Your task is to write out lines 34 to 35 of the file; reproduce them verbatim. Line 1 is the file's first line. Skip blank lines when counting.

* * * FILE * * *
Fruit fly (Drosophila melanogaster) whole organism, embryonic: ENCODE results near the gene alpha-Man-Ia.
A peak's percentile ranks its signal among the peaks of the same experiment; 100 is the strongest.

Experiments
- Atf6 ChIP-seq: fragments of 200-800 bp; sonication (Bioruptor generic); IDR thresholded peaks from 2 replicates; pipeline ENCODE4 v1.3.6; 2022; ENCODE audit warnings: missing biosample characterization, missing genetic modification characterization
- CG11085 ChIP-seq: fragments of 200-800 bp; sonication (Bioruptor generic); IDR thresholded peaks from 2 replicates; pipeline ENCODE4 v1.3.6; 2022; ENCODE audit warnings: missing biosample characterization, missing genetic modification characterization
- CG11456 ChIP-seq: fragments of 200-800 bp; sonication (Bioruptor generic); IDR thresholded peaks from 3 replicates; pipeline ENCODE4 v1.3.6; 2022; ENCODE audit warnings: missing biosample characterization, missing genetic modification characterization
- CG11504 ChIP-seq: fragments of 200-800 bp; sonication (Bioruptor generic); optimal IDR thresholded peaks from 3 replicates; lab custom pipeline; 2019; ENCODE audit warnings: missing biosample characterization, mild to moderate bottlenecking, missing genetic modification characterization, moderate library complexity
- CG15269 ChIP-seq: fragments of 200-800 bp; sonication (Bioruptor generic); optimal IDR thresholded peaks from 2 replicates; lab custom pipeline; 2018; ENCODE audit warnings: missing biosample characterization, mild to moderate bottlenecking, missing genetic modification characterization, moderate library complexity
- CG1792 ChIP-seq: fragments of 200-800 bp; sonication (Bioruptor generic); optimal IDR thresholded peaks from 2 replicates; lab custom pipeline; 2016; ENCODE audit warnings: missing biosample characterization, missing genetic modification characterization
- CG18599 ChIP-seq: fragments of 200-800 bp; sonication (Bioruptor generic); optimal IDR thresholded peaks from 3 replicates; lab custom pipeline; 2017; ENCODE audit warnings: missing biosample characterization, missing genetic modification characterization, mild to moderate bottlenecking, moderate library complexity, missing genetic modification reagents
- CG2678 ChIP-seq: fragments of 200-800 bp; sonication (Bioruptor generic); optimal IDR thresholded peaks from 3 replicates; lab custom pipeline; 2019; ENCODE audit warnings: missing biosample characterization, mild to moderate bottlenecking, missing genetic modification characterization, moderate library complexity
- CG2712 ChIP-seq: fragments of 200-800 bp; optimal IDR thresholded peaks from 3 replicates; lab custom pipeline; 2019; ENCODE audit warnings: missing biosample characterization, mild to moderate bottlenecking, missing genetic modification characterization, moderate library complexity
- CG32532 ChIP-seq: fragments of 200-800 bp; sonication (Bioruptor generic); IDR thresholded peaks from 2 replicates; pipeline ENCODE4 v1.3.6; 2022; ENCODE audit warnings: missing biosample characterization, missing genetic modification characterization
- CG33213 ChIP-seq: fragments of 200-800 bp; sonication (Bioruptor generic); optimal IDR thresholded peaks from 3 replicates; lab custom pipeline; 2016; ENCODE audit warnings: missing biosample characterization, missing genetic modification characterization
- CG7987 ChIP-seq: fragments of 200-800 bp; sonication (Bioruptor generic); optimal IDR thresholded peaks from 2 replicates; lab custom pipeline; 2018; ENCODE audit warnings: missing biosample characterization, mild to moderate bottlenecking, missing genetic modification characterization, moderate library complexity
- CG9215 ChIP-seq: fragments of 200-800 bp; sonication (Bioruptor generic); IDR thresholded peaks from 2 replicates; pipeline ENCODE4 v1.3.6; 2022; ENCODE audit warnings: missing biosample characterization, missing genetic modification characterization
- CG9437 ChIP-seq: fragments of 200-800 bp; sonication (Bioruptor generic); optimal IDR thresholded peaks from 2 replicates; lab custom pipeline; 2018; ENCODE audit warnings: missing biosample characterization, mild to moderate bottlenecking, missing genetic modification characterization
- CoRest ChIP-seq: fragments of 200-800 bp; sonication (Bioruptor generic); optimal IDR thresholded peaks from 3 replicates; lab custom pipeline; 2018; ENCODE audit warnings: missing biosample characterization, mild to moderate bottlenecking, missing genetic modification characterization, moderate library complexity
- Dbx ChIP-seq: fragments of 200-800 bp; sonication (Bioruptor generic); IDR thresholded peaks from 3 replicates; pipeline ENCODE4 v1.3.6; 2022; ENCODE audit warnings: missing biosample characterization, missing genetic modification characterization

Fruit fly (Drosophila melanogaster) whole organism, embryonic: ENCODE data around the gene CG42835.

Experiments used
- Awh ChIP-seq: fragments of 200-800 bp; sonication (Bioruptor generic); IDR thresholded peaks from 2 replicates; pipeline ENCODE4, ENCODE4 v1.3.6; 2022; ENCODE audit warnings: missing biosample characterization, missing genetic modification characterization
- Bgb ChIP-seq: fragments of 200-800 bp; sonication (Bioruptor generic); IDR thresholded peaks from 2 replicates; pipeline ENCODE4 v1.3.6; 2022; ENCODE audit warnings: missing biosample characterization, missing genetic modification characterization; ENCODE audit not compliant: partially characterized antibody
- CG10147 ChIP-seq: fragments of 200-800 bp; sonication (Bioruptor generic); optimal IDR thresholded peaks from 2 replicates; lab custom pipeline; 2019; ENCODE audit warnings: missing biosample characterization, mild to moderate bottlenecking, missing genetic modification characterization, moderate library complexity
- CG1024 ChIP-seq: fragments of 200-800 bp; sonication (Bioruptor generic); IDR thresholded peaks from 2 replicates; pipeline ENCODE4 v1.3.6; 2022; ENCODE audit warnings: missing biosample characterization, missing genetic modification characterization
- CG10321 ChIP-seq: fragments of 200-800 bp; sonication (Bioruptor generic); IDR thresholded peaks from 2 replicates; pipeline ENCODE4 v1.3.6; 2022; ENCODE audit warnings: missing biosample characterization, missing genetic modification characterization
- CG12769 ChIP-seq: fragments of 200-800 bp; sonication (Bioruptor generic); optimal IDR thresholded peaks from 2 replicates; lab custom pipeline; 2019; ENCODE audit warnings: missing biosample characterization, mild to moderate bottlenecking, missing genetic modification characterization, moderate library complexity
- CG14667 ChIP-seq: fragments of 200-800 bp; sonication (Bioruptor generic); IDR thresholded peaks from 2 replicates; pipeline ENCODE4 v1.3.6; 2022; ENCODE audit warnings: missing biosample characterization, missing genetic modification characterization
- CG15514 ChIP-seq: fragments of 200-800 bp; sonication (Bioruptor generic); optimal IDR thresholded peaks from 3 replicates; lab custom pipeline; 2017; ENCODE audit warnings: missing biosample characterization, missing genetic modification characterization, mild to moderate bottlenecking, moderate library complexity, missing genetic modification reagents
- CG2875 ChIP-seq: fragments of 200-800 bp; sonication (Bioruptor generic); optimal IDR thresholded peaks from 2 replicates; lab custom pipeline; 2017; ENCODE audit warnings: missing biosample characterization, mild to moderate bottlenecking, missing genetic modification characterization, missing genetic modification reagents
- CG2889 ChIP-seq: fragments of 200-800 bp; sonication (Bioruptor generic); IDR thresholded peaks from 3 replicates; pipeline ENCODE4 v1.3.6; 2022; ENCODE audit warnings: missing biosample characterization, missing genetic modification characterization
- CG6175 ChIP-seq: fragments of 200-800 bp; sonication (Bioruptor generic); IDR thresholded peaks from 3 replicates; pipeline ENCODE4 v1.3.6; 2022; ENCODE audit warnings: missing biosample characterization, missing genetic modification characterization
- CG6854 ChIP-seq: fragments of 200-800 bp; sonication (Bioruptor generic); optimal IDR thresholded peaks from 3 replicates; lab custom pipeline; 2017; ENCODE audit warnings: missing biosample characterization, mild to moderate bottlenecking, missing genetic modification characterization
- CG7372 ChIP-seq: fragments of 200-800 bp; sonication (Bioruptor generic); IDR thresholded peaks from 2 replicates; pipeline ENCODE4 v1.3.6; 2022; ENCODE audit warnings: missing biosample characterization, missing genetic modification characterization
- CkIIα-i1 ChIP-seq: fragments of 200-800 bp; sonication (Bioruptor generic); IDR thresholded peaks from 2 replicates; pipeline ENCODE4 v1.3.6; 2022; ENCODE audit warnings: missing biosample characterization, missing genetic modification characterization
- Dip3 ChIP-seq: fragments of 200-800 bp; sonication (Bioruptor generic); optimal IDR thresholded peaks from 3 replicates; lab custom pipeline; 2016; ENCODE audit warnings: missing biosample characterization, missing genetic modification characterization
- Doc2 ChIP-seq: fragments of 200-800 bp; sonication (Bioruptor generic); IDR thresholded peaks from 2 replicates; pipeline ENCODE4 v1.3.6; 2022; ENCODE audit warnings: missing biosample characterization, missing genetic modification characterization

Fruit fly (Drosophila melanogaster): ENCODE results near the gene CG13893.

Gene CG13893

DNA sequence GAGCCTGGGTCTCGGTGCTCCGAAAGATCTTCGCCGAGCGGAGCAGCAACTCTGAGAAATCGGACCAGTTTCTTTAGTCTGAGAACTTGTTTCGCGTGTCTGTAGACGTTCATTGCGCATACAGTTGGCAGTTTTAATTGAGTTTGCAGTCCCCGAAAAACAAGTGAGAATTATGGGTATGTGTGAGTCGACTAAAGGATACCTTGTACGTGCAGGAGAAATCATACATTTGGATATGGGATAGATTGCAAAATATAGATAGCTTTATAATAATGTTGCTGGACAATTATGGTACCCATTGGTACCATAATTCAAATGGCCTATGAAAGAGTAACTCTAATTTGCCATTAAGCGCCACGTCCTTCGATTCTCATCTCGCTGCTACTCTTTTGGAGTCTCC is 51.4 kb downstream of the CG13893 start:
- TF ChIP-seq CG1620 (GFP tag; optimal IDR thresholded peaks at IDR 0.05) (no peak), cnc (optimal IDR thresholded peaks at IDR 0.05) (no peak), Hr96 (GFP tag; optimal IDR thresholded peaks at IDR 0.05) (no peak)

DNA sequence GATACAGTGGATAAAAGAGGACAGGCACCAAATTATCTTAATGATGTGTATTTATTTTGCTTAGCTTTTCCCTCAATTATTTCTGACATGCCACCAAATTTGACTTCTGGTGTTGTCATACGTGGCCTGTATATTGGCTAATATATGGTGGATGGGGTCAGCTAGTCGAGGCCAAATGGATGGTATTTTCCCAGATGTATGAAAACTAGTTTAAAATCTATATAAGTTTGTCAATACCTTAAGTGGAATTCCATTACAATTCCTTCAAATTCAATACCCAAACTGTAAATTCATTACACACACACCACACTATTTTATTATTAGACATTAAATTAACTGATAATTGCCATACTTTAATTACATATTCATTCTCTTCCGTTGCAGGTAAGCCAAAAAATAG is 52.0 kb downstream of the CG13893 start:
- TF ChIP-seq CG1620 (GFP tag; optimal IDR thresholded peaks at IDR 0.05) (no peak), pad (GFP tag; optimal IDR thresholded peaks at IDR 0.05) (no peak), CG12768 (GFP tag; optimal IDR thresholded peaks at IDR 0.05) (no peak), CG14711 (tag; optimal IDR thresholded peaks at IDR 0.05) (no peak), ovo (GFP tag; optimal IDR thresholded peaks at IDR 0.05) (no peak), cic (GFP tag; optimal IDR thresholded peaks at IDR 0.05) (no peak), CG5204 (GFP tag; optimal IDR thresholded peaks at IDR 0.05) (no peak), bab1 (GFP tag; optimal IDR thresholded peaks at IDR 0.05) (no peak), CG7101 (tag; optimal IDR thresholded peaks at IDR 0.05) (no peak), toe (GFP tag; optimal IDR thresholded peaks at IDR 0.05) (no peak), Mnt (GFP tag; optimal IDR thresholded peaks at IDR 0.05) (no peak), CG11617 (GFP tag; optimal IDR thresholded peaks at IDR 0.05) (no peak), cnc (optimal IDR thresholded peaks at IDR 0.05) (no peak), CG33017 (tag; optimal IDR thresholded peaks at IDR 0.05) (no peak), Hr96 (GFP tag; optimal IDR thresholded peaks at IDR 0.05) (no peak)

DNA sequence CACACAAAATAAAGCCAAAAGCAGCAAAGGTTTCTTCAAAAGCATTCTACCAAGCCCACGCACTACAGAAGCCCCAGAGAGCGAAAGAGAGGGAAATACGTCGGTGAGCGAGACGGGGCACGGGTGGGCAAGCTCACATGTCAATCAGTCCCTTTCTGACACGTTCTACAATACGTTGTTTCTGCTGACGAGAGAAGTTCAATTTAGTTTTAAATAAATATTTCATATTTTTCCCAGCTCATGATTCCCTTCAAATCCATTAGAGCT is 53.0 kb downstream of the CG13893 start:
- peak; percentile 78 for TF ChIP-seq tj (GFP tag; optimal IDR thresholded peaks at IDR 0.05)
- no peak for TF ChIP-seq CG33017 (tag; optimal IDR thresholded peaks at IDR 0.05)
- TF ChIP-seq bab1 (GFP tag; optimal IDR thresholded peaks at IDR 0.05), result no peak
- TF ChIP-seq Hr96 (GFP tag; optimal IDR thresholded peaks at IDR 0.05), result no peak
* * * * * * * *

- CG7372 ChIP-seq: fragments of 200-800 bp; sonication (Bioruptor generic); IDR thresholded peaks from 2 replicates; pipeline ENCODE4 v1.3.6; 2022; ENCODE audit warnings: missing biosample characterization, missing genetic modification characterization
- CkIIα-i1 ChIP-seq: fragments of 200-800 bp; sonication (Bioruptor generic); IDR thresholded peaks from 2 replicates; pipeline ENCODE4 v1.3.6; 2022; ENCODE audit warnings: missing biosample characterization, missing genetic modification characterization